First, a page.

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Lumifer comments on Project Hufflepuff: Planting the Flag - Less Wrong

35 Post author: Raemon 03 April 2017 06:37PM

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Comment author: Kisil 13 April 2017 03:38:15PM 1 point [-]

2a here seems like a major issue to me. I've had an essay brewing for a couple of months, about how the range of behaviors we tolerate affects who is willing to join the community. It's much easier to see the people who join than the people who are pushed away.

I argue that the way we are currently inclusive goes beyond being a safe space for weirdness, and extends into being anti-normal in a way that frightens off anyone who already has strong mainstream social skills. And that we can and should encourage social skill development while remaining a safe space.

If there's interest, I'll finish writing the longer-form argument.

Comment author: Lumifer 13 April 2017 04:35:51PM 1 point [-]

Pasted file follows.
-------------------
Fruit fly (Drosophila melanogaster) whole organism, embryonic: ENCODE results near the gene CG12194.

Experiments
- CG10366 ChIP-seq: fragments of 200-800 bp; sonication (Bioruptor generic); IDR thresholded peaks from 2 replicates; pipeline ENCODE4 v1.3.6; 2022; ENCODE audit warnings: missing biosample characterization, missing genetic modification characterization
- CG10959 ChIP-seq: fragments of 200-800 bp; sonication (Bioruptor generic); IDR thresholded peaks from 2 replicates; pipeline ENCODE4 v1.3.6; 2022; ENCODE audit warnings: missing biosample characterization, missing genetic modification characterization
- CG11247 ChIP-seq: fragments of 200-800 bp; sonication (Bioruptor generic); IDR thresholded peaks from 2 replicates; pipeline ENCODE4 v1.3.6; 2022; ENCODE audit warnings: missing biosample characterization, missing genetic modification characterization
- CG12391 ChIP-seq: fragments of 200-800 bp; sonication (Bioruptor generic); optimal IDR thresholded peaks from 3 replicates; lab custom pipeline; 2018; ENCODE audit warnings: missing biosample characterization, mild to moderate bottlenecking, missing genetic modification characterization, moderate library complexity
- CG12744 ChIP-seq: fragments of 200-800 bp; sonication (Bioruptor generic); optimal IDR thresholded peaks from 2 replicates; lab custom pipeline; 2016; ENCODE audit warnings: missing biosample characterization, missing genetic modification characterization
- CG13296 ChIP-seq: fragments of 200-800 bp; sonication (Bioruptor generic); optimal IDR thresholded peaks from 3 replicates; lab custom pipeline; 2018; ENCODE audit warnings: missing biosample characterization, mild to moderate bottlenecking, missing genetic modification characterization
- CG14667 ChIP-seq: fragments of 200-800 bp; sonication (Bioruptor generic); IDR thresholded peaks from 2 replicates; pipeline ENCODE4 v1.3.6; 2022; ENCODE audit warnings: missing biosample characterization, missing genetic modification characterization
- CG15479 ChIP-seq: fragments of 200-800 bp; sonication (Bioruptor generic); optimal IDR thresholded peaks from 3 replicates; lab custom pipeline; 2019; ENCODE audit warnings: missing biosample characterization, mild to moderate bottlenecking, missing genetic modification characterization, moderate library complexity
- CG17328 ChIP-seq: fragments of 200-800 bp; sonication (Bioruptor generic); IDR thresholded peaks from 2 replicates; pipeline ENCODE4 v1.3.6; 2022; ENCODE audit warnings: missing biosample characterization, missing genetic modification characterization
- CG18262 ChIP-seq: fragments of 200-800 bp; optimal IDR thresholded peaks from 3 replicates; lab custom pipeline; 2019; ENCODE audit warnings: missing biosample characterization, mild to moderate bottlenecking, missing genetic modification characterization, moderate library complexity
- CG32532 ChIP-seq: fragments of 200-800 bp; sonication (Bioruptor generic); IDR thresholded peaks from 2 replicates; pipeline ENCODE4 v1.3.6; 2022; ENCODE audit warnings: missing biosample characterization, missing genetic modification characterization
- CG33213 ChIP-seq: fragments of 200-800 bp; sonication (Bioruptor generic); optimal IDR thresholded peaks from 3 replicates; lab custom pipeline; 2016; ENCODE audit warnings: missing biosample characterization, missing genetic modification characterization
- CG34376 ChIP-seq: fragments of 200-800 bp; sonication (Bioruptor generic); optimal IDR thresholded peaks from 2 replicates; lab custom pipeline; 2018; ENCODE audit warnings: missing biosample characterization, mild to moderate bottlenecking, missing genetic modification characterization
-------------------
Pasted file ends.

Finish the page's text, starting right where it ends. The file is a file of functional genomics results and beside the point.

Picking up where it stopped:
being anti-normal in a way that frightens off anyone who already has strong mainstream social skills

Any quick examples before the long-form essay?

Comment author: Kisil 14 April 2017 05:33:45PM 1 point [-]

Sure. The biggest one is that when someone has poor social skills, we treat that as a thing to tolerate rather than as a thing to fix. E.g. someone shows up to a meetup and doesn't really get how conversation flow works, when it's time to talk and when it's time to listen, how to tell the difference between someone being interested in what ze has to say and someone just being polite. We're welcoming, at least outwardly, and encourage that person to keep showing up, so ze does. And the people who are both disinclined to be ranted to and who have the social skills to avoid the person learn to do so, but we don't seem to make any effort to help the person become less annoying. So ze continues to inflict zirself on newcomers who haven't learned better, and they walk away with the impression that that's what our community is.

Which is sad, because we spend plenty of time encouraging self-improvement in thinking skills. If we siphoned some effort from "notice you're confused" to "notice your audience", we should be able to encourage self-improvement in social skills as well. But since we don't treat it like something fixable, it doesn't get fixed.